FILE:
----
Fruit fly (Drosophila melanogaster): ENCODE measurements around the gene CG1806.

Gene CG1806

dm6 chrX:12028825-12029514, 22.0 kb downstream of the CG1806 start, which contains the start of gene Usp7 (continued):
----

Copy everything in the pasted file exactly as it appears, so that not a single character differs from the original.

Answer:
Fruit fly (Drosophila melanogaster): ENCODE measurements around the gene CG1806.

Gene CG1806

dm6 chrX:12028825-12029514, 22.0 kb downstream of the CG1806 start, which contains the start of gene Usp7 (continued):